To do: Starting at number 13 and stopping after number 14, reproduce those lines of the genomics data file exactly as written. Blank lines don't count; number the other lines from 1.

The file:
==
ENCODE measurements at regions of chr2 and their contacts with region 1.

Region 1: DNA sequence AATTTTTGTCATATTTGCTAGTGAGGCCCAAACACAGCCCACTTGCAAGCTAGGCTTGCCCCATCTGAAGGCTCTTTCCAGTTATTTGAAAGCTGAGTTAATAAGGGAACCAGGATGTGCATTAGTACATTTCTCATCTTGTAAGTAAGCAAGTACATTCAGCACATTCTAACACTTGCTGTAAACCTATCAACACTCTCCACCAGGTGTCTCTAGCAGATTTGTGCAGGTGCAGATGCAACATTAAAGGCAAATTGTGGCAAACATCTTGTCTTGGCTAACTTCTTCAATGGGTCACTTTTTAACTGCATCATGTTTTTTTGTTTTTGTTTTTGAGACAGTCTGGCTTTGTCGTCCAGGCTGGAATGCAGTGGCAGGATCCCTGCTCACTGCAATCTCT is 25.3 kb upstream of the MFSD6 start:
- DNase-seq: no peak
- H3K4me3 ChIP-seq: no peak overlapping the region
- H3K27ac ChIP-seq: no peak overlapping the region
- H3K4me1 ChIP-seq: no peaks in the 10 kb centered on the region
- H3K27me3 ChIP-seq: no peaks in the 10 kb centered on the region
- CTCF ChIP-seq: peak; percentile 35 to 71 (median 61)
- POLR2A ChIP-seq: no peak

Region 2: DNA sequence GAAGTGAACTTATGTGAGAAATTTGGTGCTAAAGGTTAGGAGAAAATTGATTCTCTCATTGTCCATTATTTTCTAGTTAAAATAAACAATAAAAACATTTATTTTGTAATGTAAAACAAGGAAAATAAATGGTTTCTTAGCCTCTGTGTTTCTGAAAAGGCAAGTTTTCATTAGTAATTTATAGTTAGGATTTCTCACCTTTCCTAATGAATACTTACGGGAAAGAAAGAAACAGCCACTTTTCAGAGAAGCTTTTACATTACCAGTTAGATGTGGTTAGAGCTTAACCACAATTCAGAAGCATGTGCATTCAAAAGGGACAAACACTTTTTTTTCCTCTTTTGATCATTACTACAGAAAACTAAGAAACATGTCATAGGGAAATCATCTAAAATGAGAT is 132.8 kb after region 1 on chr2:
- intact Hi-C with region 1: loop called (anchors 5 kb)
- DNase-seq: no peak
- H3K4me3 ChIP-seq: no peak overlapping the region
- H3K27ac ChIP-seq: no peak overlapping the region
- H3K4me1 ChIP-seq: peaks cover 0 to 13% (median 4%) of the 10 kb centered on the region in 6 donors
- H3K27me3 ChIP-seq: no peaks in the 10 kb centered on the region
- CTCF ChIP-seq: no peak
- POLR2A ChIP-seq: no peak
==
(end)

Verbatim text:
- H3K4me3 ChIP-seq: no peak overlapping the region
- H3K27ac ChIP-seq: no peak overlapping the region